A pollen morphology study from the Kelabit Highlands of Sarawak, Malaysian Borneo

Samantha Elsie Jones, Katherine Georgina Pearce (Collaborator)

Research output: Contribution to journalArticlepeer-review

18 Citations (Scopus)


Despite the rich biodiversity of plants in the islands of southeast Asia, modern pollen reference collections are still sparse for this part of the world. With only limited availability of pollen data, the ability to answer questions, regarding climate change and environmental change, to aid archaeological investigations through the reconstruction of past vegetation, or even for modern investigations, is challenging. No palynological work had ever been carried out in the Kelabit Highlands of Sarawak, Malaysian Borneo, before this investigation. During 2007–2008, as part of the ‘Cultured Rainforest Project’, a number of cores were extracted for multi-proxy palaeoecological analysis, including pollen analysis. The cores produced a 50,000-year record of climate, environmental and later anthropogenic change. To aid fossil pollen identification, a modern pollen reference collection was also established. In August 2008, 253 modern plant species from a wide range of habitats were collected from in and around the villages of Bario and Pa’Dalih. Specimens were identified at the Department of Forestry Sarawak Herbarium (SAR), whilst pollen slides from all of the plant specimens were prepared at Queens University Belfast. This paper presents a detailed account of the pollen grains (176 species) collected from the Kelabit Highlands, and from SAR (25 species).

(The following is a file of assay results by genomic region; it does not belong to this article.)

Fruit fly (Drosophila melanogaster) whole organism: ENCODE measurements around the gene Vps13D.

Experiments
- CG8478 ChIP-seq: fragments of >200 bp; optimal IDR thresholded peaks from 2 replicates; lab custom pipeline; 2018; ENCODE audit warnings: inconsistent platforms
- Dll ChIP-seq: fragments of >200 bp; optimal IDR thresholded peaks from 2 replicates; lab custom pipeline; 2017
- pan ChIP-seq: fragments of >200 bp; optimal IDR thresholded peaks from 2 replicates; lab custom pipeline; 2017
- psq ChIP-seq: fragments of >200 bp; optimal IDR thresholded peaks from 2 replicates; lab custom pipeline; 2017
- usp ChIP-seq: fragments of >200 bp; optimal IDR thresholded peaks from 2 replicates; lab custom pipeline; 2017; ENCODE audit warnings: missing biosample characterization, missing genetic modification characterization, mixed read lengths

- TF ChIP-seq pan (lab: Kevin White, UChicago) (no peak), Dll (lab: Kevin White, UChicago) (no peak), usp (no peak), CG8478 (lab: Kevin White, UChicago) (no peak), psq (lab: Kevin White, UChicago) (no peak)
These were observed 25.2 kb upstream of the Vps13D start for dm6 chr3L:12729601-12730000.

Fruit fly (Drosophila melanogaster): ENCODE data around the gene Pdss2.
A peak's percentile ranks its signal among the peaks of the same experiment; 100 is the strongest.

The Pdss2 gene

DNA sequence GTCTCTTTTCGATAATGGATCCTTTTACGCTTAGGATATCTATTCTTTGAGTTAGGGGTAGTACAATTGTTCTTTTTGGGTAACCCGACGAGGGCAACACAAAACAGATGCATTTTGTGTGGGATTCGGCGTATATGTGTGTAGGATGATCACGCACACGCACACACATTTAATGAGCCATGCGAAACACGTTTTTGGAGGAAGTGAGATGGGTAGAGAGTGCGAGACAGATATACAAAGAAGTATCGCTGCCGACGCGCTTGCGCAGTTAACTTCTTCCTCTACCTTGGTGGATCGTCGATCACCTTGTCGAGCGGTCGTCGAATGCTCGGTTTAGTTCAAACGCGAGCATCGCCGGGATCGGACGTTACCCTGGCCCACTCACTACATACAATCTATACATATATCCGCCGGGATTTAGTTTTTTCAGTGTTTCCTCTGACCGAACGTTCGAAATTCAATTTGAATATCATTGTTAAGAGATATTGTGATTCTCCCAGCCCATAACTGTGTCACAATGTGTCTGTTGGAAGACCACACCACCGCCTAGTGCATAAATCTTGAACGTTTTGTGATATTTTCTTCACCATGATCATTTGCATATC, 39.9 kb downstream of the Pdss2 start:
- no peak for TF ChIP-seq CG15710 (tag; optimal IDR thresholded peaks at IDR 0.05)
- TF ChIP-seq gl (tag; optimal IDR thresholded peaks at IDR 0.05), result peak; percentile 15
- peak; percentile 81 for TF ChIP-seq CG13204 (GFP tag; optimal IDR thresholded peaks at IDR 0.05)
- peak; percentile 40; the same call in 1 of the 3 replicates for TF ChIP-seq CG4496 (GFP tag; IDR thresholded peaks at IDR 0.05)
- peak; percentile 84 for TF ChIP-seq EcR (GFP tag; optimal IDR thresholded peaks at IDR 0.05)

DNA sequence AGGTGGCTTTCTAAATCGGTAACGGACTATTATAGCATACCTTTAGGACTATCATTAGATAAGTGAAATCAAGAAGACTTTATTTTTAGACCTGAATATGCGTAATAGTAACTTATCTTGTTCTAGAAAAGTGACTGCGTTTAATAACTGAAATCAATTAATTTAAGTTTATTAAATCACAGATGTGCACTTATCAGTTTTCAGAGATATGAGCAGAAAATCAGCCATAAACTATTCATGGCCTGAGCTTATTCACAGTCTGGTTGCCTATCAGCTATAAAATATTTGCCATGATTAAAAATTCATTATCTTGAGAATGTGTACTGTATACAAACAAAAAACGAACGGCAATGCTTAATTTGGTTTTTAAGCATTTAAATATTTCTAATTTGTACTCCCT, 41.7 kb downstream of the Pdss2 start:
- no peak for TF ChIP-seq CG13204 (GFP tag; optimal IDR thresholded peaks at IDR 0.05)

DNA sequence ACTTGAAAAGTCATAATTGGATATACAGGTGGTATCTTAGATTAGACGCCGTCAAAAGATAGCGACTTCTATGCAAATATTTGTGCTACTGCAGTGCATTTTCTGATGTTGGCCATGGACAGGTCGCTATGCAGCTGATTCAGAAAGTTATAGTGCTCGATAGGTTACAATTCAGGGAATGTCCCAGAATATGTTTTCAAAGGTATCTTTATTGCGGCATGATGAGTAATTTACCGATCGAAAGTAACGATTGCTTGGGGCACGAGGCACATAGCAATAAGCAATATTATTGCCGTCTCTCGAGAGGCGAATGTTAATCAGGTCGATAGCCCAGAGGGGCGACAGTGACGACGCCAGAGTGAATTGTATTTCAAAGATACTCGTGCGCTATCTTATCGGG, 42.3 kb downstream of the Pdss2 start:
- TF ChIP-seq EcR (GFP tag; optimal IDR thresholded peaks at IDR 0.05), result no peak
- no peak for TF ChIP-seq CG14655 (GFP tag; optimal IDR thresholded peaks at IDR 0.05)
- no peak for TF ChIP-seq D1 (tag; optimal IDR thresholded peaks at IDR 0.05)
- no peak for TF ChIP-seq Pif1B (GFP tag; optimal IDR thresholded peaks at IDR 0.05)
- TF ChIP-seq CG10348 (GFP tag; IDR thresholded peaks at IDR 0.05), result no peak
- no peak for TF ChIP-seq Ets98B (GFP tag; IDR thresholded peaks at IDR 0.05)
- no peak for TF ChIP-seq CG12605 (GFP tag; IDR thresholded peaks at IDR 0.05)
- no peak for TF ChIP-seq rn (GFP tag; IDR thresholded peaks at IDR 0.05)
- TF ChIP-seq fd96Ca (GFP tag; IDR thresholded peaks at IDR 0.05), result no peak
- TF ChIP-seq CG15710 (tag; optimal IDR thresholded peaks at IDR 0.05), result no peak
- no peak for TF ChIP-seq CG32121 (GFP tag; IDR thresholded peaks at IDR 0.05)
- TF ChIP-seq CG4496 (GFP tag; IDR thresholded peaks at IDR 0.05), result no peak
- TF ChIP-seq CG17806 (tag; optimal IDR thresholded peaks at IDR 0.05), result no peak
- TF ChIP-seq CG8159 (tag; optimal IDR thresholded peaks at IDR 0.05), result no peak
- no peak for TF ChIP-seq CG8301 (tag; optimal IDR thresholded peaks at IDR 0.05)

Original languageEnglish
Pages (from-to)150-204
Number of pages55
Issue number2
Early online date26 Aug 2014
Publication statusPublished - 2015

Bibliographical note

We would like to thank the Department of Forestry Sarawak for allowing fieldwork in the Kelabit Highlands and also for support and use of facilities at the Sarawak Herbarium. Thank you to Dr. Ipoi Datan from the National Museum of Sarawak, Ulum from Bario and Belaan Paran for their assistance in collecting modern samples. Thank you to Reedy in Bario and Henry in Pa’Dalih for their assistance in the field. Thank you to everyone on the ‘Cultured Rainforest Project’ for your help and support: Prof. Graeme Barker, Dr. Huw Barton, Daniel Britton, Ben Davenport, Dr. Monica Janowski, Dr. Chris Hunt (for advice and use of your microscope), Ian Ewart, Dr. Rose Ferraby, Dr. Chris Gosden, Dr. Lindsay Lloyd-Smith, Borbála Nyíri, Dr. Beth Upex and Dr. Lucy Farr. Thank you also for the advice provided by Dr. Premathilake, and to John Davidson who assisted in some of the laboratory preparations, as well as Ron Reimer, Prof. Valerie Hall, Prof. Joanthan Pilcher, Dr. Javier Fernandez and Dr. Maarten Blaauw. We would also like to thank the reviewers and managing editor of Palynology, Dr. James Riding, for advice given, which has helped to significantly improve this paper and also to Taylor and Francis for proofing and shaping the paper ready for publication.

This project has primarily been funded by the Arts and Humanities Research Council (AHRC) as part of the ‘Cultured Rainforest Project’ under the Landscape and Environment Programme 2006–2012 [Grant number unknown].

The final stage of the paper has also been supported by a Marie Curie Intra-European Fellowship (MCIEF). From March 2014. [Grant number 628589]


  • tropical pollen
  • Kelabit Highlands
  • Sarawak
  • Malaysian Borneo


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